What he's finding is that his leadership team is comparing themselves to him. Now, what do we know when you compare yourself to somebody else? You're probably going to fall into what we call "The Gap." The Gap is measuring yourself against an unrealistic ideal. That's so critical because anytime you're measuring yourself against an unrealistic ideal, you're going to fall short. You're going to feel disappointed. You're going to try and contort yourself and be somebody you're not and berate yourself. That, frankly, does not make for a happy human being to be around or to be led by because you're always second guessing. You're always comparing yourself to an external reference point. Now, as fabulous as my friend is, is he perfect? I don't think so. I know I'm certainly not. Now, is he exemplary? Is there a lot to learn from him? Are there things you can be inspired by? Absolutely. I'm inspired by him. But that doesn't mean you need to compare yourself to him.
I think this is a really common danger, and it's an interesting one because it's actually the downside of being a really great leader. Now, other not-so-great leaders, people go, "Okay, I'm not going to be like that person." They're going to do the exact opposite. But when you're a strong leader, people will try to emulate you and be you rather than using you as simply a source of inspiration. I think this is an underside of success. It's the downside of success to some extent.
Now, let's talk about, first of all, why this is an issue. First of all, as I talked about, when you're in The Gap, not good. Just think about yourself. Do you ever compare yourself to a really great leader? A lot of people do this. They compare themselves to great sports leaders and great coaches and great other professionals, and they're like, "Oh, I aspire to be like this person." Then they do everything in their power to—again, the word that comes to mind is contort—to make themselves into an image of the person that they respect and look up to so much. There's some parts of this that are not terrible. You can learn a lot, like how someone communicates, how they listen, what kind of inspiration they give to their teammates, their players, their colleagues, all of those things. But it doesn't work when it takes you out of being you.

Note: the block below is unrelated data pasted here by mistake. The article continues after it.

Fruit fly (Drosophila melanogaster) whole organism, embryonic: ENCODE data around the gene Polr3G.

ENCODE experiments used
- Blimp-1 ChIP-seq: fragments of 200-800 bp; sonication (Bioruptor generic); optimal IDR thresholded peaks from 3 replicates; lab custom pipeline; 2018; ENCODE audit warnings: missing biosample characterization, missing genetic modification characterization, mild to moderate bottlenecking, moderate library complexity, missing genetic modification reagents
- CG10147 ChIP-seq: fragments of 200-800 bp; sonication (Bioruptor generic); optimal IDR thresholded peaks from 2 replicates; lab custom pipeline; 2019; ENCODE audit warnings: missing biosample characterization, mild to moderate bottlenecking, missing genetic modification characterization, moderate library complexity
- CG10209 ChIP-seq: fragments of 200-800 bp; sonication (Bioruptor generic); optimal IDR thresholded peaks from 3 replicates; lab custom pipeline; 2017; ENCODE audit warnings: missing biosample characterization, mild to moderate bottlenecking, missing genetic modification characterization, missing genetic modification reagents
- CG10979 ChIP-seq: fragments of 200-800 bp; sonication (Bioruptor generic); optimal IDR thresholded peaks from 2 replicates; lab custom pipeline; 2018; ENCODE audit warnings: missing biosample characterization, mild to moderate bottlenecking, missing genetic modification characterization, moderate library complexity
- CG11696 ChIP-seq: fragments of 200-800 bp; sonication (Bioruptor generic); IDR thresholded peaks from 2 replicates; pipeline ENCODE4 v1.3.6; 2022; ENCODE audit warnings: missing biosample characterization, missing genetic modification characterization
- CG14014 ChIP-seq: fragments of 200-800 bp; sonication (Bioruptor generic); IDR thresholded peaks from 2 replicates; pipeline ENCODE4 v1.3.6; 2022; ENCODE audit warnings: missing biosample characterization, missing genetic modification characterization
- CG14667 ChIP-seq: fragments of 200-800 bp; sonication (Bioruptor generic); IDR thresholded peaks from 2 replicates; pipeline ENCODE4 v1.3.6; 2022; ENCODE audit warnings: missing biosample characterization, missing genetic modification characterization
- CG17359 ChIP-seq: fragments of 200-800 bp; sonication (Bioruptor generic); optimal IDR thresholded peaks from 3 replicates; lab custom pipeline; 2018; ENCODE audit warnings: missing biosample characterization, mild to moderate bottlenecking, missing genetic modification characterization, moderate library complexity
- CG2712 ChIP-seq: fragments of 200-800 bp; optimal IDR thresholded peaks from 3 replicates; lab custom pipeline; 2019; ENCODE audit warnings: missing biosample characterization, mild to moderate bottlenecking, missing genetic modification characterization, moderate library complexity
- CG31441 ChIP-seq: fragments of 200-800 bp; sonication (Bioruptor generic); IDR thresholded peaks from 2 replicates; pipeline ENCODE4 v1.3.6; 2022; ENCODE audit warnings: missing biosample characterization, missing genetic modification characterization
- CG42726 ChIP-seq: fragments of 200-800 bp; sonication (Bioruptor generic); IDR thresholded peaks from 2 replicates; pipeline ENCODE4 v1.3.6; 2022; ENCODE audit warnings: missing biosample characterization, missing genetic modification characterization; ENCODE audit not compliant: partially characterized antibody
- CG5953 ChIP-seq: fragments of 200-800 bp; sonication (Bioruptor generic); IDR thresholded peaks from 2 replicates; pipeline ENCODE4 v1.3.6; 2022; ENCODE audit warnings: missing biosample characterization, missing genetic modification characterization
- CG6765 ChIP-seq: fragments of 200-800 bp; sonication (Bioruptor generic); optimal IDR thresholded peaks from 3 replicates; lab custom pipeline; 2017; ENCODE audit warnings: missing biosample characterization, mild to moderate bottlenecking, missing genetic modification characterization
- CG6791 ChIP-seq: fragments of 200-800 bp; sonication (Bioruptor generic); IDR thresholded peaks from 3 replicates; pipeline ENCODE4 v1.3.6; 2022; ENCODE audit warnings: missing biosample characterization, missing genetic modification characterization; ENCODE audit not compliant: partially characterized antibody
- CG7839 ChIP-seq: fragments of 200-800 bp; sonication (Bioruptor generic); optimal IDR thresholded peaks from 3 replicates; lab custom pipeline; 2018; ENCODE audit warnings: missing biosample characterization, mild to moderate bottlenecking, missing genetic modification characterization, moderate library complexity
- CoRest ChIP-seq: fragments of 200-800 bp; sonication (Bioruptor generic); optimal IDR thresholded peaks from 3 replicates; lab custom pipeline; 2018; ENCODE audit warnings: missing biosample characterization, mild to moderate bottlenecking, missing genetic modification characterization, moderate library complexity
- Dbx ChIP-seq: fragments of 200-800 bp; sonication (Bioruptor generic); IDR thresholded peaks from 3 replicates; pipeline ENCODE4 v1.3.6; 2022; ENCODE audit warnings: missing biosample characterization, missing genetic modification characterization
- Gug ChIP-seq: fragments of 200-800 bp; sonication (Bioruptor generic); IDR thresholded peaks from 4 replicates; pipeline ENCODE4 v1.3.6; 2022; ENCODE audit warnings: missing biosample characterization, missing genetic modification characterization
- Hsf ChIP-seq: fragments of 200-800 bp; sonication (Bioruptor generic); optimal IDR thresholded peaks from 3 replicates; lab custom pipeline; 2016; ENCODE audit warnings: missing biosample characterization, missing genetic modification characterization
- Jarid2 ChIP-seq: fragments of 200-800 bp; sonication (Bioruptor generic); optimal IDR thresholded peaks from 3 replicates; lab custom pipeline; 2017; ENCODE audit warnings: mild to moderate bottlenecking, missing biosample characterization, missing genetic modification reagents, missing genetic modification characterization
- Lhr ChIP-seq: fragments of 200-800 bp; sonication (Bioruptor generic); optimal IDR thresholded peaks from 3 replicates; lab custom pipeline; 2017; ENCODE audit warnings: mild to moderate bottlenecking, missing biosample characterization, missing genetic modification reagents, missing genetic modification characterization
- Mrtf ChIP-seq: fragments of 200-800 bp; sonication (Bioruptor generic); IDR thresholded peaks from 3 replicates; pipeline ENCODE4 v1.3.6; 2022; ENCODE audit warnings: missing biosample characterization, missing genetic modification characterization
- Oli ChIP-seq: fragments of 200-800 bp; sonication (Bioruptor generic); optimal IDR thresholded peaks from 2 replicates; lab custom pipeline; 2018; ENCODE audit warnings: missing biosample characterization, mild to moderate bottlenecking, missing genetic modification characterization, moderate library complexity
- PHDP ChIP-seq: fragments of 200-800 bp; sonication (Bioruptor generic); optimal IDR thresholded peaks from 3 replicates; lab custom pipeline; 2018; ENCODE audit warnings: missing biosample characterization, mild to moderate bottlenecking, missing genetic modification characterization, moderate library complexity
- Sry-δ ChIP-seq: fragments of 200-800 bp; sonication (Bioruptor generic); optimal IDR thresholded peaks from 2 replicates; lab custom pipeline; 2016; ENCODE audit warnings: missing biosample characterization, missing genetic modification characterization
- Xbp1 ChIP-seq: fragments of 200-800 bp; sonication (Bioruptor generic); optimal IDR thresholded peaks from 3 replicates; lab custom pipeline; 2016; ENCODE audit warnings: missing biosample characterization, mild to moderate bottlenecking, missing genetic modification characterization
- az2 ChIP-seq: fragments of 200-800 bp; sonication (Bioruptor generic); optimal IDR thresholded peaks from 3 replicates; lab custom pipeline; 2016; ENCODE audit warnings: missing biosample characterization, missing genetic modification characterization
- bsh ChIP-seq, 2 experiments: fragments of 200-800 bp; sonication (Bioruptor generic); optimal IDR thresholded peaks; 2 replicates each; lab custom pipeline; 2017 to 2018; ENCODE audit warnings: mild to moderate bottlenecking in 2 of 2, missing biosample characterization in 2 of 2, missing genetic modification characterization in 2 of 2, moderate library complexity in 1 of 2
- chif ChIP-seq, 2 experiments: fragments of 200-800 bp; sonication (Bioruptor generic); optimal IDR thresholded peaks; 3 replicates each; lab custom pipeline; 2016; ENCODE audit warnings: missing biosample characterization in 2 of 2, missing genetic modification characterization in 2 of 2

The question that I want people to really ask themselves is, "How can I be my best, most authentic self as a leader?" It means knowing what you're really great at, knowing what you're not great at, knowing your strengths and weaknesses, as the expression goes, or I sometimes like to say non-strengths, and where you automatically just gravitate to. It's your Unique Ability. You have insight into a particular area of business. Some people have incredible insight into people. They know how people are feeling. May not be quite as strong on strategy. Other people are brilliant at analytics, but they're not so strong on the people side. They might be good at planning, but they don't necessarily automatically tune into how people are around them. In fact, they could be kind of blind to that.